Brake lights are particularly important as increasing stopping speed is required in wet weather due to the reduced grip on the road causing it to take longer to stop, this means that drivers need to make sure that motorists behind them can see when they are slowing and stopping to allow them to have enough time to do the same.

Slow down and concentrate 

When driving in high winds and heavy rain it is crucial that you slow down and focus on the road in front of you. You may encounter debris from fallen trees, branches or other items blown by winds or your visibility may be affected which may make it harder to see break lights or indicators. When driving in high winds, you may find that gusts of wind cause your vehicle to shake. Always keep good control of your vehicle by using both hands on the steering wheel and keeping your speed down will stop strong gusts of wind from taking you of course.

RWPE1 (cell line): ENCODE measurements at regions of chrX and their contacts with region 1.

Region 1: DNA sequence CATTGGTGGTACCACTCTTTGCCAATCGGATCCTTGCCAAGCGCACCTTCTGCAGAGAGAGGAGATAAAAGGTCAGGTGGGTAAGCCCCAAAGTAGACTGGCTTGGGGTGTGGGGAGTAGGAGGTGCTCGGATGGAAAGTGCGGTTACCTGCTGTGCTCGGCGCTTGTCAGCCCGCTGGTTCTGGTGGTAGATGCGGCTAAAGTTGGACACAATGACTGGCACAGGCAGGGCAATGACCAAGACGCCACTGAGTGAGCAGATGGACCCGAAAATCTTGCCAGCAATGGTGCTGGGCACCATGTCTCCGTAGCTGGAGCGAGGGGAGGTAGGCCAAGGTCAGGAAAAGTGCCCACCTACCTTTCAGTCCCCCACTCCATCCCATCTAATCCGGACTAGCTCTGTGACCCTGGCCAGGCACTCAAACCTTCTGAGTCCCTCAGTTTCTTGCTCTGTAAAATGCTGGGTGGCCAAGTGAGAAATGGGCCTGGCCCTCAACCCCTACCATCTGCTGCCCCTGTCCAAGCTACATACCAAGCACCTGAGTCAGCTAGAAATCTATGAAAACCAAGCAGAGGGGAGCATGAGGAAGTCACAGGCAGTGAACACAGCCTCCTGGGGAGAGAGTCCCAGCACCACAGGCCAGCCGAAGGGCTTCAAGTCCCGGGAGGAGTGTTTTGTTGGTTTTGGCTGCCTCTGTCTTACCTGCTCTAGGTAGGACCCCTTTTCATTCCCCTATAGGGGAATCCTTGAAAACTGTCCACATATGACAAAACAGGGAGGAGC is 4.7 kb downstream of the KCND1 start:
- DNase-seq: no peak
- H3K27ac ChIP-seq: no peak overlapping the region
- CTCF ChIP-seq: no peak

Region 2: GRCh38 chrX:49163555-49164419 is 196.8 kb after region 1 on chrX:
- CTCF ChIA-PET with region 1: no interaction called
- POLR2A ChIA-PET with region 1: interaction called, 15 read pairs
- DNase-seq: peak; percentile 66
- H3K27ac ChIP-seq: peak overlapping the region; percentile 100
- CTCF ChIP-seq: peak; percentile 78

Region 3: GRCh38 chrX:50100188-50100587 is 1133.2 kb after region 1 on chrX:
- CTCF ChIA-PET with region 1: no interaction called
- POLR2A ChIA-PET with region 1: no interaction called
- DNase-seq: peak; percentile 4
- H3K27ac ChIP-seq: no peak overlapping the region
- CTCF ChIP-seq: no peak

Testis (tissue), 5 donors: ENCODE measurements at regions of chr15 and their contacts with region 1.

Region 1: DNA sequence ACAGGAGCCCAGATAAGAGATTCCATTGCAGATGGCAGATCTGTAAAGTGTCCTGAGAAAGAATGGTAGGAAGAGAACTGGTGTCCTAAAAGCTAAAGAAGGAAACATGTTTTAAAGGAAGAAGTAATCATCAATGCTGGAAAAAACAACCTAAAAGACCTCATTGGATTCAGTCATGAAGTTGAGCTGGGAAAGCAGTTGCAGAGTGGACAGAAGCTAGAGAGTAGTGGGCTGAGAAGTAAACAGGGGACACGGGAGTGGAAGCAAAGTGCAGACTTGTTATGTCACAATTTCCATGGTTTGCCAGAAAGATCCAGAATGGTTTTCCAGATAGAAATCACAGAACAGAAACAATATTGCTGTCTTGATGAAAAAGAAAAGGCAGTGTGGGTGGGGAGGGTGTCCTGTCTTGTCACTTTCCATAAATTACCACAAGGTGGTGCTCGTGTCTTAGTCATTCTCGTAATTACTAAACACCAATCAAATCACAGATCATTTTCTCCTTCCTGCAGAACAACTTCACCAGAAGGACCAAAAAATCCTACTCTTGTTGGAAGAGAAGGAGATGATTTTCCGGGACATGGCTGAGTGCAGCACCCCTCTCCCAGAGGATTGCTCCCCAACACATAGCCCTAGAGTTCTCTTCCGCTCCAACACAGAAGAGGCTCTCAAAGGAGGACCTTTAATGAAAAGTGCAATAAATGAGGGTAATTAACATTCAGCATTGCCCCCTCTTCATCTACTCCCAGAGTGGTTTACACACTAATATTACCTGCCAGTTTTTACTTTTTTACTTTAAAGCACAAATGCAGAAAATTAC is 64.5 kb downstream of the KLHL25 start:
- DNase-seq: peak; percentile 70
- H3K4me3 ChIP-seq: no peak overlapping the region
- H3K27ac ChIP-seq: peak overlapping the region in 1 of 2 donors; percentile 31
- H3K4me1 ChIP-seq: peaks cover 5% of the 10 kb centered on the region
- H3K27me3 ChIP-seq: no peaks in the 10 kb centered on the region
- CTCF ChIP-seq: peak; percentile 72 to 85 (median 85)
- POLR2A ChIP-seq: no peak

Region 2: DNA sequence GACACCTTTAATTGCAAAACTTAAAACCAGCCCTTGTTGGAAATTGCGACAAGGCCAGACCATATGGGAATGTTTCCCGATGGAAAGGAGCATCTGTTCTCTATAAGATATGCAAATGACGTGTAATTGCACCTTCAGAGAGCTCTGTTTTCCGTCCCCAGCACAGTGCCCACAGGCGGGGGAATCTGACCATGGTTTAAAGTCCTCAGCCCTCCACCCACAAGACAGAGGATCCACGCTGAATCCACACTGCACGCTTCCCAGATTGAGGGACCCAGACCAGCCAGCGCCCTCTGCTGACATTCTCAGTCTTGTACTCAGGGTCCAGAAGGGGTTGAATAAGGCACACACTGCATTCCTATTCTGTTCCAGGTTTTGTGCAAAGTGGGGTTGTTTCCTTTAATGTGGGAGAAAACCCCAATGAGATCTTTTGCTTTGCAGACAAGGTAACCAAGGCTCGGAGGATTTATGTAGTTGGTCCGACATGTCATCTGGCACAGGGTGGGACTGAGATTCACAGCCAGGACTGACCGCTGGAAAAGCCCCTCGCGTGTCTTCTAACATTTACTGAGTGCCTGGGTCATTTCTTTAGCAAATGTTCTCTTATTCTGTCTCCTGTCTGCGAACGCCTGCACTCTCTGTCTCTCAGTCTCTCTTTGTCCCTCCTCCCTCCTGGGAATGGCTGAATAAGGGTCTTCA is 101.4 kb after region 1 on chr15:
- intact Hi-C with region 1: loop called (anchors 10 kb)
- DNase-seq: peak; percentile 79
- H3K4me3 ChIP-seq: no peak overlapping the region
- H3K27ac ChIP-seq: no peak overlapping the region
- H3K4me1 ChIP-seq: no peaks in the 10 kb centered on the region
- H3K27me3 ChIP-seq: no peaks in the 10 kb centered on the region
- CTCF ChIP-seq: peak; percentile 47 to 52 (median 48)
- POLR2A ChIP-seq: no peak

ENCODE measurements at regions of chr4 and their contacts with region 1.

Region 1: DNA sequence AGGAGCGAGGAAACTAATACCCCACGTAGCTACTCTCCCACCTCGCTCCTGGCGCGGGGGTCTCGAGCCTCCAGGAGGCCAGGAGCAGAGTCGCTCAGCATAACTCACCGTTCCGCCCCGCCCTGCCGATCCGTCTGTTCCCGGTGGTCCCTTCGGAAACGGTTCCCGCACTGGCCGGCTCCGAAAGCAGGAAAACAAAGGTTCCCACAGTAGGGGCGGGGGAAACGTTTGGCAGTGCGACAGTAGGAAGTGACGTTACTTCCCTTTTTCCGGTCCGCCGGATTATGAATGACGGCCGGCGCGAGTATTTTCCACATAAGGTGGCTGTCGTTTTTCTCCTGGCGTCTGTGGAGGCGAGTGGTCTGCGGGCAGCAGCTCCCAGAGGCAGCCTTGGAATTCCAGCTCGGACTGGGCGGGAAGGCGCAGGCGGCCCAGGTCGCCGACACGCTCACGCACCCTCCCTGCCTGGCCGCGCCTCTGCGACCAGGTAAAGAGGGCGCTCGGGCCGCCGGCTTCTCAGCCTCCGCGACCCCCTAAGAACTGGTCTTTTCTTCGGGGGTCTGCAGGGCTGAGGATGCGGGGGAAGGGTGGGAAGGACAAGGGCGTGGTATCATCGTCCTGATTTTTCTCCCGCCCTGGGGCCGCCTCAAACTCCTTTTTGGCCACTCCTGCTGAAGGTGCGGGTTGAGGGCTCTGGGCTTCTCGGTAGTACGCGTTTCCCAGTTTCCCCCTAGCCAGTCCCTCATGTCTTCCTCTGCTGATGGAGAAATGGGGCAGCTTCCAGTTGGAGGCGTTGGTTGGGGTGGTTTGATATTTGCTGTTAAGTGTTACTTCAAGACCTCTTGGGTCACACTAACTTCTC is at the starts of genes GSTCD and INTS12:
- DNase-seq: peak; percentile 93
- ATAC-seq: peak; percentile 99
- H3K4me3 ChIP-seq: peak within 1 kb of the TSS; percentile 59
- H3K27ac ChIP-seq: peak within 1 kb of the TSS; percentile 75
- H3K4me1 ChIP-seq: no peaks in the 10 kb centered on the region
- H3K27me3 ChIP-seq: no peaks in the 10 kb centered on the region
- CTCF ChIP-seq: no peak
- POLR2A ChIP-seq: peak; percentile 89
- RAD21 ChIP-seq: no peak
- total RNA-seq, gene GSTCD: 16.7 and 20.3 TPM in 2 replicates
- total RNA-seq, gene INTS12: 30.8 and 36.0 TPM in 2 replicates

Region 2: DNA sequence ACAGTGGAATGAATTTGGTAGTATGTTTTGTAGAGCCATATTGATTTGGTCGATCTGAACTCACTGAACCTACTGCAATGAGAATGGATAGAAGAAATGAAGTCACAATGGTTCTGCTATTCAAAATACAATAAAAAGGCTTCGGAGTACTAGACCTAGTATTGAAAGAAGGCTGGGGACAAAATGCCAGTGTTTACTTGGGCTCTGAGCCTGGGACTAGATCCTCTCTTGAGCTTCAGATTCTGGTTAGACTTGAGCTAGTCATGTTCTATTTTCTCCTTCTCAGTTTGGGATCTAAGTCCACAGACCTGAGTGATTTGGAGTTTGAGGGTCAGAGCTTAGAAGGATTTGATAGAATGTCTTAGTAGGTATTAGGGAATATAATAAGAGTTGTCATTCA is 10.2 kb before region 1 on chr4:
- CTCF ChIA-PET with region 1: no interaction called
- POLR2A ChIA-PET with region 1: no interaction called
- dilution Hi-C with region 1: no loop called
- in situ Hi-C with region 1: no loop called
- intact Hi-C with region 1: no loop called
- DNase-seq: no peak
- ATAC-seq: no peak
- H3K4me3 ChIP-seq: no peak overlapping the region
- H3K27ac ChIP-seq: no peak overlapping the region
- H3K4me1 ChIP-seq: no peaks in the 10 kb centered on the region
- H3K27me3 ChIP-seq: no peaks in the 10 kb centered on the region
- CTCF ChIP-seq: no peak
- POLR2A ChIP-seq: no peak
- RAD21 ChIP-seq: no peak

Increase your stopping distance

As already briefly touched upon, during heavy rain drivers are required to increase their stopping distance by at least double, Rule 227 of the Highway Code states: “In wet weather, stopping distances will be at least double those required for stopping on dry roads. This is because your tyres have less grip on the road.”

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For motorists driving at 60mph, for example, the stopping distance should be 240 feet on dry roads; for wet roads, a motorist is required to increase this to 480 feet. Not only does visibility lessen in these conditions, meaning it is more difficult to see when the motorist in front is braking, but it also changes the surface of the road affecting traction and as a result, the car takes longer to stop.

Keep your distance when passing other vehicles 

When driving in strong winds, you should always be cautious when passing larger-high-sided vehicles such as lorries or buses. Keep room on either side of your vehicle when passing these vehicles to allow for it to be blown sideways but avoid overtaking where possible. As well as large high-sided vehicles, take care when passing cyclists and motorcyclists. These vehicles are particularly vulnerable to sudden gusts and could potentially veer across the road.